Thursday, October 31, 2013

Halloween Crime Cocktails - Part Two - Books

Happy Halloween 

This is the second part of our two-part series matching Halloween crime fiction with drinks. You can see part one here

BOOKS
• Juliet Blackwell’s The Witchcraft Mysteries from Secondhand Spirits to In a Witchs Wardrobe.
The Books: Lily Ivory run her vintage clothing shop in San Francisco’s Haight-Ashbury neighborhood while practicing a little magic on the side. Lily solves murders, casts spells, and vanquishes a demon or two all with the help of her familiar, Oscar, who takes the form of a pig.
The Drinks: “Lily & Oscar’s Hex Stopping Potion” – Three parts cranberry juice, a shot of vodka, and a splash of blood orange liqueur.  Stir three times and drop in a generous teaspoon of cherry Pop Rocks right before serving for that extra magic. For those who prefer beer, there’s always Wychcraft from Wychwood Brewery.
Poirot drinks
Poirot-approved!
• Agatha Christie’s Hallowe’en Party

The Book: A thirteen-year-old girl announces at a Halloween party that she witnessed a murder. Then she herself is found dead. Hercule Poirot is on the scene to discover if there has been one murder or two. This story was also immortalized in aMystery! episode staring David Suchet.
The Drink: “Poirot Pumpkin Coffee” – Make your favorite coffee. Pour over ice wait until cool. Add a shot of Pumpkin Pie Cream liqueur. We melted white chocolate, poured it onto wax paper, and let it harden to create the ghosts you see in the photo.
 Sybelle and the Seven Ravens: A Sweet Zombie Fairy Tale by Clare Curtis
The Book: A reimagining of the Grimm fairy tale, The Seven Ravens, with a zombie twist for children and adults alike. Sybelle must save her brothers from her own mistake by becoming a zombie, endangering her own future with her one true love.
The Drink: “The Corpse Reviver #2” – No, we didn’t make this one up because it is just perfect the way it is. You can find the recipe here. Other zombie options include: Zombie Zin from the Chateau Diana Winery for the adults, or blood orange soda for the little brain eaters (both available at World Market).
Frankenstein drinks
Go Green!
• Mary Shelley’s Frankenstein

The Book: The classic differs widely from the endless Frankenstein derivative movies, cartoons and stories. If you haven’t read this book, you don’t really know Frankenstein.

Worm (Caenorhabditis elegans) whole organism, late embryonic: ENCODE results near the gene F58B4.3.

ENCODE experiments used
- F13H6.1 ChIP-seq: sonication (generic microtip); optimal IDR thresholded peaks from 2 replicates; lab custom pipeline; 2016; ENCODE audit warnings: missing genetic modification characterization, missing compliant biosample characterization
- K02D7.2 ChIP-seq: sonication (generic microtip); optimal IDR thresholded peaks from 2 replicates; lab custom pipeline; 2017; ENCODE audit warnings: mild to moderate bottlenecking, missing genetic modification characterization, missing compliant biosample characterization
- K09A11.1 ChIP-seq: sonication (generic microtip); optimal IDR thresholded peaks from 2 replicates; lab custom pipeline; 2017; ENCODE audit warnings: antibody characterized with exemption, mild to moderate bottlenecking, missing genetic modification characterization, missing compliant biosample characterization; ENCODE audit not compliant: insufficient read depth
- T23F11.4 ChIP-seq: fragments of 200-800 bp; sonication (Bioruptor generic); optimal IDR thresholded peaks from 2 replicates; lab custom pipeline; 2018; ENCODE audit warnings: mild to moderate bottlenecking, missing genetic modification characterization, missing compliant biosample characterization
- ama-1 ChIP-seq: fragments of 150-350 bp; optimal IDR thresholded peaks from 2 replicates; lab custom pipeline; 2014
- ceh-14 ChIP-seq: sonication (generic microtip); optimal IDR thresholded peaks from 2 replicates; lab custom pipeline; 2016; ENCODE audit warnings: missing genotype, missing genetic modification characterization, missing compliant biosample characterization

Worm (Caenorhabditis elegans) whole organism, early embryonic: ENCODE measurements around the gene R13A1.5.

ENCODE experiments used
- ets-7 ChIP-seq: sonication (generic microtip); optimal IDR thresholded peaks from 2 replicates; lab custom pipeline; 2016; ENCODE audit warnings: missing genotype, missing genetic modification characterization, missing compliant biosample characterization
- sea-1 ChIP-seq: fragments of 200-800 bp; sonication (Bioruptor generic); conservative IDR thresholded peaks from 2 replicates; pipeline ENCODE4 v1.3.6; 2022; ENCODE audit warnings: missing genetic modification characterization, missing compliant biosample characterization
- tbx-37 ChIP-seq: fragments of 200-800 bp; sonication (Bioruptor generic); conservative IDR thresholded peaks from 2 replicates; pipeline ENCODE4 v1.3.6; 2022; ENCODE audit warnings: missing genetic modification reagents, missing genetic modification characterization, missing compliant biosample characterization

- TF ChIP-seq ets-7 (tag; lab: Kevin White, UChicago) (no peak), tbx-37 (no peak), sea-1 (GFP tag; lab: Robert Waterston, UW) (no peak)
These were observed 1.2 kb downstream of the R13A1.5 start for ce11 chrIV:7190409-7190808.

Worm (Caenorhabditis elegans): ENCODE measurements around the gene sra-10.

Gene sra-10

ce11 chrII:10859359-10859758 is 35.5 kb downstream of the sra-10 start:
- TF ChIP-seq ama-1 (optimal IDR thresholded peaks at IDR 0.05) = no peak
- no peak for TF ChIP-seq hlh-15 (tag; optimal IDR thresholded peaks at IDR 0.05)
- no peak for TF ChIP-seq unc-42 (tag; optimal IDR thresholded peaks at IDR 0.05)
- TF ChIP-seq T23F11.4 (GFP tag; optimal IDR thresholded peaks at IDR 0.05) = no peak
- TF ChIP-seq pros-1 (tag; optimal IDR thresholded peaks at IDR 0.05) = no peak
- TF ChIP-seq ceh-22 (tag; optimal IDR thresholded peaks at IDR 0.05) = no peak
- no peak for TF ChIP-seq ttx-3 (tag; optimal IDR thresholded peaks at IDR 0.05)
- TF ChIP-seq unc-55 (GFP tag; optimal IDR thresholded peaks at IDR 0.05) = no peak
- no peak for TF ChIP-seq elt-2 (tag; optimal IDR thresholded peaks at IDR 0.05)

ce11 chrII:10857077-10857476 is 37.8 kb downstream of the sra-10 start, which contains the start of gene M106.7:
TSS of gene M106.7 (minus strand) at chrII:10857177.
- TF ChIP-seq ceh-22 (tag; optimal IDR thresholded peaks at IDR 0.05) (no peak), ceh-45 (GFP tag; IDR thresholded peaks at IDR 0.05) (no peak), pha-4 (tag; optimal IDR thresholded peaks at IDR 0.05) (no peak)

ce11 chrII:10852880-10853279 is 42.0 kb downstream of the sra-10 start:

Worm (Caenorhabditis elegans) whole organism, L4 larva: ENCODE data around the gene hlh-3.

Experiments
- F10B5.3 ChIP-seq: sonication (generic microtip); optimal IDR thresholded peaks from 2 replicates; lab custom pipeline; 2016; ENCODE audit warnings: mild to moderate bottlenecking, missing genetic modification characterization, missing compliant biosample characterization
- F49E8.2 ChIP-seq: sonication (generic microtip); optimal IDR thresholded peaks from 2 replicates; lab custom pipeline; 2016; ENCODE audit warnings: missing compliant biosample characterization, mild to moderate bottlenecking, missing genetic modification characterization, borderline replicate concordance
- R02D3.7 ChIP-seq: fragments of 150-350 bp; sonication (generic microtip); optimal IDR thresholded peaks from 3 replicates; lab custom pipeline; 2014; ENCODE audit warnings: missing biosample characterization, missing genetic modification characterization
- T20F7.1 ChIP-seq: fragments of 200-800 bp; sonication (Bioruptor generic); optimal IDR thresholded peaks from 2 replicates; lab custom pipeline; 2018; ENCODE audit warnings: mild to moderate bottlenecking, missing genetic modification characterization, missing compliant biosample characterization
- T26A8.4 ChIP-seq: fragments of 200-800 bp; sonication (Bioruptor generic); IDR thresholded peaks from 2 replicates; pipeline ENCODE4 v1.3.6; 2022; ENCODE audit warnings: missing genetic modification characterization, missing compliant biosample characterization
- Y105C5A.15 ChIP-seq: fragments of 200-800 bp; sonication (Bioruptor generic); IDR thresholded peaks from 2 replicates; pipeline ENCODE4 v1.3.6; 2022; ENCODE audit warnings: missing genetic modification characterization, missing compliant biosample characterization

The Drink: “The Bubbling Cocktail” – A mixture of blended kiwi, mint, and sugar, this drink looks like the perfect science experiment. Martha Stewart has exact details on how to make this drink in both alcoholic and non-alcoholic versions here. This drink was so perfect, we kept it exactly as we found it.

Wednesday, October 30, 2013

Halloween Crime Cocktails - Part One: TV Shows

The Castle Vampire Weekend drink
Recipe for a vampish weekend.
Halloween is almost here. Some friends and I decided we needed to create, borrow, and adapt beverages for our favorite Halloween crime classics. We got together to mix and test the drinks below. So grab a cocktail shaker and your favorite Halloween crime fiction novel or DVD and let’s get started.

PART ONE - TV EPISODES
HALLOWEEN TV EPISODES
• Castle: “Vampire Weekend”
The Episode: Beckett and Castle find themselves trying to solve the murder of a man killed with a wooden stake who hung out in the “vampire underworld” while trying to decide what to wear to a Halloween party.
The Drink: “The Castletini” – Three parts champagne, one part cranberry juice, and a splash of blood orange liqueur. This drink is really well suited for any episode of Castle. You can also have a glass of Vampire merlot (available from World Market).

• NCIS: “Chimera”
The Episode: In Greek mythology a Chimera (pronounced Ki-mera) is a monster with the head of a goat, the body of a lion, and a dragon’s tail. When Gibbs and the team head for a ship, called Chimera, they find that the crew has disappeared, except for the dead body of one crewman.
The Drink: “The Chimera” – Two parts whiskey; one part blood orange juice, a tablespoon of sugar (a Halloween version of the whiskey sour). True Gibbs fans may want to have a steaming mug of black coffee instead.
• Bones: “Mummy in the Maze”
The Episode: Temperance Brennan and Seely Booth investigate the discovery of two dead women found disguised as mummies, one in a Halloween maze, the other in a haunted fun house. Dressed as Wonder Woman and a nerdy scientist they have to work quickly to prevent the death of a third woman.
The Drink: “I Want My Mummy” – Three parts ginger ale, one part cranberry juice and a splash of pomegranate liqueur for just a little kick.
True Blood shots
Fangtastic!
• Any Episode of True Blood
The Episodes: The show follows the adventures of telepathic waitress Sookie Stackhouse as she fights vampires and werewolves. It is based on the Southern Vampire Mysteries series by Charlaine Harris.
The Drink: “The Blood Shot” – Two ounces vodka, one ounce cassis liqueur, and one ounce cold water. Wax fangs optional.

Come back tomorrow for Halloween books and matching cocktails. 

Tuesday, October 29, 2013

Seattle's EMP Museum: Horror Exhibit




I recently visited a fun exhibit at Seattle's Experience Music Project (EMP) Museum, called Can't Look Away: The Lure of Horror Film. It was full of movie and TV props, mini movie pods for film clips and even had it's own scream booth. Here are a few photos from the exhibit, but this is only a small piece of a much larger exhibit. If you are a horror movie fan, it's well worth a visit.